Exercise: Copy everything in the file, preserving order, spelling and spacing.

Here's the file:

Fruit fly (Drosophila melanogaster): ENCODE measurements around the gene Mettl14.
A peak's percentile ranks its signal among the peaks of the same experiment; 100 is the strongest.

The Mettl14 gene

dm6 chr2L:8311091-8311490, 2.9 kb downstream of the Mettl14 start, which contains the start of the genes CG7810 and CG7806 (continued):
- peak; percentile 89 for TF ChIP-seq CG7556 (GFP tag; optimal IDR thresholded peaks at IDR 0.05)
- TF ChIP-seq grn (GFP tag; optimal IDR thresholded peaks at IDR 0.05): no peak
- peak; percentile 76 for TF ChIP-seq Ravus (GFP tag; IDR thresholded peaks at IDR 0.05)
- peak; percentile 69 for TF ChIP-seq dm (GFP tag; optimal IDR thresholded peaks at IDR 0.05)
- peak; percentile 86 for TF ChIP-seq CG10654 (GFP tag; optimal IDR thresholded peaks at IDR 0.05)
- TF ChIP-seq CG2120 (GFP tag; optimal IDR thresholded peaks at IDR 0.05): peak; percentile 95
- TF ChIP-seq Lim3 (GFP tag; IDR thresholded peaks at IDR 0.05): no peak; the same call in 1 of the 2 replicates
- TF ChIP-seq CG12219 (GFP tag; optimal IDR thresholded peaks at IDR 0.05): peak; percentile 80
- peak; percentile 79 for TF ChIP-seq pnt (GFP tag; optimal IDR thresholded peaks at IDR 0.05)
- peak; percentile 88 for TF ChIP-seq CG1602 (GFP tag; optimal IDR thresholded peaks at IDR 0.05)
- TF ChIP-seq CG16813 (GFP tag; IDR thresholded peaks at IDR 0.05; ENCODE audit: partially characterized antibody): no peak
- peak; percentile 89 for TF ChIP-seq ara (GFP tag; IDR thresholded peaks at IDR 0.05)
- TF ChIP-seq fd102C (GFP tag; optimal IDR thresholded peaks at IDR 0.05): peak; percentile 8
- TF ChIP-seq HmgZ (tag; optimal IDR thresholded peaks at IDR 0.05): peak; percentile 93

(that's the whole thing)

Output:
Fruit fly (Drosophila melanogaster): ENCODE measurements around the gene Mettl14.
A peak's percentile ranks its signal among the peaks of the same experiment; 100 is the strongest.

The Mettl14 gene

dm6 chr2L:8311091-8311490, 2.9 kb downstream of the Mettl14 start, which contains the start of the genes CG7810 and CG7806 (continued):
- peak; percentile 89 for TF ChIP-seq CG7556 (GFP tag; optimal IDR thresholded peaks at IDR 0.05)
- TF ChIP-seq grn (GFP tag; optimal IDR thresholded peaks at IDR 0.05): no peak
- peak; percentile 76 for TF ChIP-seq Ravus (GFP tag; IDR thresholded peaks at IDR 0.05)
- peak; percentile 69 for TF ChIP-seq dm (GFP tag; optimal IDR thresholded peaks at IDR 0.05)
- peak; percentile 86 for TF ChIP-seq CG10654 (GFP tag; optimal IDR thresholded peaks at IDR 0.05)
- TF ChIP-seq CG2120 (GFP tag; optimal IDR thresholded peaks at IDR 0.05): peak; percentile 95
- TF ChIP-seq Lim3 (GFP tag; IDR thresholded peaks at IDR 0.05): no peak; the same call in 1 of the 2 replicates
- TF ChIP-seq CG12219 (GFP tag; optimal IDR thresholded peaks at IDR 0.05): peak; percentile 80
- peak; percentile 79 for TF ChIP-seq pnt (GFP tag; optimal IDR thresholded peaks at IDR 0.05)
- peak; percentile 88 for TF ChIP-seq CG1602 (GFP tag; optimal IDR thresholded peaks at IDR 0.05)
- TF ChIP-seq CG16813 (GFP tag; IDR thresholded peaks at IDR 0.05; ENCODE audit: partially characterized antibody): no peak
- peak; percentile 89 for TF ChIP-seq ara (GFP tag; IDR thresholded peaks at IDR 0.05)
- TF ChIP-seq fd102C (GFP tag; optimal IDR thresholded peaks at IDR 0.05): peak; percentile 8
- TF ChIP-seq HmgZ (tag; optimal IDR thresholded peaks at IDR 0.05): peak; percentile 93